The presenter who blithely suggested on BBC Radio Five Live yesterday lunchtime that this was the most open Six Nations Championship in years - "with four possible contenders" - was running the risk of offending only the most one-eyed Scot. Even Matt Williams, the Australian coach charged with making a tartan silk purse out of a sow's ear, can predict no more than that "there is a big win in this team, we just don't know when it will come".
Paris this afternoon seems an unlikely time and place, although the balance tipped a little in Scotland's direction when France lost each of their well-established back row - Serge Betsen, Imanol Harinordoquy and Olivier Magne - to injury. France's coach, Bernard Laporte, has further invited quizzical looks by dropping Frédéric Michalak at fly-half, and going against all logic in selecting a 23rd different combination at half-back for this, his 60th match since taking over after the 1999 World Cup. Still, the Scots' view from their end of the see-saw remains distinctly vertiginous.
Williams took the job this time last year, asking to be judged on the next 18 months. His debut Six Nations began with a wooden spoon and a whitewash - respectively, Scotland's first since 1994 and 1985 - but the coach promised that by the end of this year's Championship he would be "looking to have brought the young players through and change our systems".
The process continues, and a new centre pairing brings together Hugo Southwell, normally a full-back, and Andy Craig.
"Hugo has spent some limited time at centre with Edinburgh," said Williams, "but his great talent is that he has no fear; he's fast, he's aggressive and he has a go." There is danger out wide in the sizeable Sean Lamont and Simon Danielli - if they get some decent ball.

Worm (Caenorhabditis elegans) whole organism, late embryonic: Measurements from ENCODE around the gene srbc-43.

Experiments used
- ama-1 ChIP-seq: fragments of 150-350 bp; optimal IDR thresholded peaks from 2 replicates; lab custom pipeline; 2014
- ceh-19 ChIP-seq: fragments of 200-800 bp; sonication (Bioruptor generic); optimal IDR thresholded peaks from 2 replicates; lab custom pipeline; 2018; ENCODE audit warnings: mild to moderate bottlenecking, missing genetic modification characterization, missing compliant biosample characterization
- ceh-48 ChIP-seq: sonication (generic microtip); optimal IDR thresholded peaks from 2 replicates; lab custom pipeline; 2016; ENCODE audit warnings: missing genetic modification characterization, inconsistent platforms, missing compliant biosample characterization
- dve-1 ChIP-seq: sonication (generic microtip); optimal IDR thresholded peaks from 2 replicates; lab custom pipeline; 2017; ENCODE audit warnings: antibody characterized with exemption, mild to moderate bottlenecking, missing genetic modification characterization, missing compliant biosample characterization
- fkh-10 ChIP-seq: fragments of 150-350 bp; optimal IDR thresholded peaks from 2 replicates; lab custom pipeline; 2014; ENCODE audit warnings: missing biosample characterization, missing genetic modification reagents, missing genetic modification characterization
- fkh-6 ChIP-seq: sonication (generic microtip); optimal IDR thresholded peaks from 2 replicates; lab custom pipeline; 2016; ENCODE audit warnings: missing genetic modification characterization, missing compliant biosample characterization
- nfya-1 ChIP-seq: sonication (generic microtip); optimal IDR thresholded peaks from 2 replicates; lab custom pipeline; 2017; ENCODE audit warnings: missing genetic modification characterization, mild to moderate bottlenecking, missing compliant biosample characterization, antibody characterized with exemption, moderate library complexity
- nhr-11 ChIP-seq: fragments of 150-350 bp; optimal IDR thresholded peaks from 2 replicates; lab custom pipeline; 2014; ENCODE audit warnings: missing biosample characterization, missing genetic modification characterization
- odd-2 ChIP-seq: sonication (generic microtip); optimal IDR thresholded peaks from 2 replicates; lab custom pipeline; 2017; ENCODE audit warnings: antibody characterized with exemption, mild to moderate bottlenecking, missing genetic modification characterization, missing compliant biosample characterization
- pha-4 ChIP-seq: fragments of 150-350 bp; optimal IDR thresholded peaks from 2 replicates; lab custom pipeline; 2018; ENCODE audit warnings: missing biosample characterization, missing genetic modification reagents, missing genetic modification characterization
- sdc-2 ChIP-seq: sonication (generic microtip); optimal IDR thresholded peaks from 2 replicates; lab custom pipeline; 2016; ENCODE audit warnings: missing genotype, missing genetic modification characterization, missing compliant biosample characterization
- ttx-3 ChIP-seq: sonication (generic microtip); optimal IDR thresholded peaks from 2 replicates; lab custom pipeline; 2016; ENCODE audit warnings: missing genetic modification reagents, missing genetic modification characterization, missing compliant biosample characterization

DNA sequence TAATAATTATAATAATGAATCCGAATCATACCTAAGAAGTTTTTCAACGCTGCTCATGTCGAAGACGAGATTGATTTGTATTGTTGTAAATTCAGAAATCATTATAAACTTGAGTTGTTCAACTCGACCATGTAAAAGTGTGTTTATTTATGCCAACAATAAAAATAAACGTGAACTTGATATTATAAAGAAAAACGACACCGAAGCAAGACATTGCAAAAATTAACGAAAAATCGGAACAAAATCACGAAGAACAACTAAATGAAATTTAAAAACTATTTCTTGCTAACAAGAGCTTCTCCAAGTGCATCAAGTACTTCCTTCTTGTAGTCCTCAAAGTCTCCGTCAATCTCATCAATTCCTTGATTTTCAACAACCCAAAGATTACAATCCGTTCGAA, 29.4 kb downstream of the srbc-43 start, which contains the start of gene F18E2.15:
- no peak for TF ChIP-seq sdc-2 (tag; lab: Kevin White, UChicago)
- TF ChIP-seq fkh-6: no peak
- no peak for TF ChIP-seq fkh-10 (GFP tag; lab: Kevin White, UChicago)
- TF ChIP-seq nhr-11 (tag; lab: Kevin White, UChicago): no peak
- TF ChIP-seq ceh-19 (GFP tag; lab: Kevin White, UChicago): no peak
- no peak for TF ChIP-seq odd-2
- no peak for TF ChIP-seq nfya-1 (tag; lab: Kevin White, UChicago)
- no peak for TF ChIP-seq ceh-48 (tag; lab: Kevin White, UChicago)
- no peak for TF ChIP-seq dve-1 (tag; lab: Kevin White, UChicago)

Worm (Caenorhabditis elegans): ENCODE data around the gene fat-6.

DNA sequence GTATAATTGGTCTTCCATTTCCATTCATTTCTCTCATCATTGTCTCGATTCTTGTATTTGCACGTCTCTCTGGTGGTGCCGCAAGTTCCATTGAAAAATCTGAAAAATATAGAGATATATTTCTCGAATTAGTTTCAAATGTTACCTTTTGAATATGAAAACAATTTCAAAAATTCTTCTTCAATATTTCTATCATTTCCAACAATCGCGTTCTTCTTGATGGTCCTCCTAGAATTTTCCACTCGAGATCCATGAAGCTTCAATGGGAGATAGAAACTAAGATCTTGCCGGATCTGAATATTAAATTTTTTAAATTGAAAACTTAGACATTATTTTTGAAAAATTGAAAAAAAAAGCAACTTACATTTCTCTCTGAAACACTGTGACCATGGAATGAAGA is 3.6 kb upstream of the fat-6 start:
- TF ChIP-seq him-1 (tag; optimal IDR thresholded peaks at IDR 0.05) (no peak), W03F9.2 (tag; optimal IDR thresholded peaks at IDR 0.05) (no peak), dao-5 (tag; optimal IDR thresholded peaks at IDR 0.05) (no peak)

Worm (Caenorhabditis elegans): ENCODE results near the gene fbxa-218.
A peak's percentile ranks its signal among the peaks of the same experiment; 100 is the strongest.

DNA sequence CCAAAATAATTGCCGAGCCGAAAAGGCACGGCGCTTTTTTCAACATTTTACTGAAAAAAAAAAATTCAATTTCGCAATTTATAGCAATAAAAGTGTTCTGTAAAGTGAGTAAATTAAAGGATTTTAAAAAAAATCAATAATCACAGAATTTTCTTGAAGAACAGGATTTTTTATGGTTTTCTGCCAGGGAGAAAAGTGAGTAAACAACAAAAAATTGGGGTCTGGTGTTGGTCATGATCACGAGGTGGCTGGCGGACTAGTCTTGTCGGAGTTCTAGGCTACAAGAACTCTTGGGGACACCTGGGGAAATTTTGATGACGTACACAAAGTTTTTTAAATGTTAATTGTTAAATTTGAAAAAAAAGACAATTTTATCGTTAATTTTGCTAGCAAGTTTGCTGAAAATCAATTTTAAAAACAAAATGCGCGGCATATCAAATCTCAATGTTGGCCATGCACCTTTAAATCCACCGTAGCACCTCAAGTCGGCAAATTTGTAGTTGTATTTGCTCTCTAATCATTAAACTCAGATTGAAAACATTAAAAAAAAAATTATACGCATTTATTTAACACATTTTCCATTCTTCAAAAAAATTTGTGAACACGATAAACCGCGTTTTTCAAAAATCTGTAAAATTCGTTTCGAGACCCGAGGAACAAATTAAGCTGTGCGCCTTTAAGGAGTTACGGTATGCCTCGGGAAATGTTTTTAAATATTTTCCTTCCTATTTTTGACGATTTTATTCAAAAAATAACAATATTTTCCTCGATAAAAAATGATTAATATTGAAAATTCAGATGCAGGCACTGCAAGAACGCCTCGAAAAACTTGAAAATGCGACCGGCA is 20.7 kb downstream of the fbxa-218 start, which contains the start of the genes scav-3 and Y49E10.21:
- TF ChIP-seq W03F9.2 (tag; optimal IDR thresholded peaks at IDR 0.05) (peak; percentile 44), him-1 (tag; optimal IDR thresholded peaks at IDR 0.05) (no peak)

The Scots' front five is bolstered by the return of Tom Smith and Scott Murray and Gavin Kerr has elbowed aside Bruce Douglas at tight-head. Smith, the two-time Lion, may be taking deep gulps of Parisian air soon after kick-off having played only a match and a half for his club after 11 weeks out injured. A longer term absentee, the gifted No 8 Simon Taylor, is feeling his way back from knee surgery on loan and on the bench for Saracens at Northampton.
Scotland last won in Paris in 1999, pre-Laporte, and though that was one of France's shoot-yourselves-in-the-foot occasions, the idea that the current regime has removed the old vulnerability was torpedoed when New Zealand won 45-6 here in November. Next up to the plate at fly-half is Yann Delaigue, of Castres, who partners Pierre Mignoni. The pair were occasional team-mates in their younger days at Toulon but have never started together for France. Delaigue admitted to his surprise at being given the goal-kicking duties, as he is second choice for his club.
Still, the 31-year-old does not believe the 2007 World Cup is beyond him. "The World Cup is a dream," Delaigue said, "but it will come around quickly enough."
If France, in the meantime, are to challenge for an unprecedented fifth Grand Slam in nine years, it could be the flying Agen full-back Pepito Elhorga who leads the way.
Scotland's Six Nations record is as flaky as a croissant: only seven wins in 25 matches since they claimed the last Five Nations title in 1999.
These things tend to go in cycles, so the question is when will Scotland break out of this one? A special general meeting last Sunday to debate the recent administrative ructions in the Scottish Rugby Union went on for four and a half hours. It will take a third of that today to gauge the health of the Scottish game on the field.
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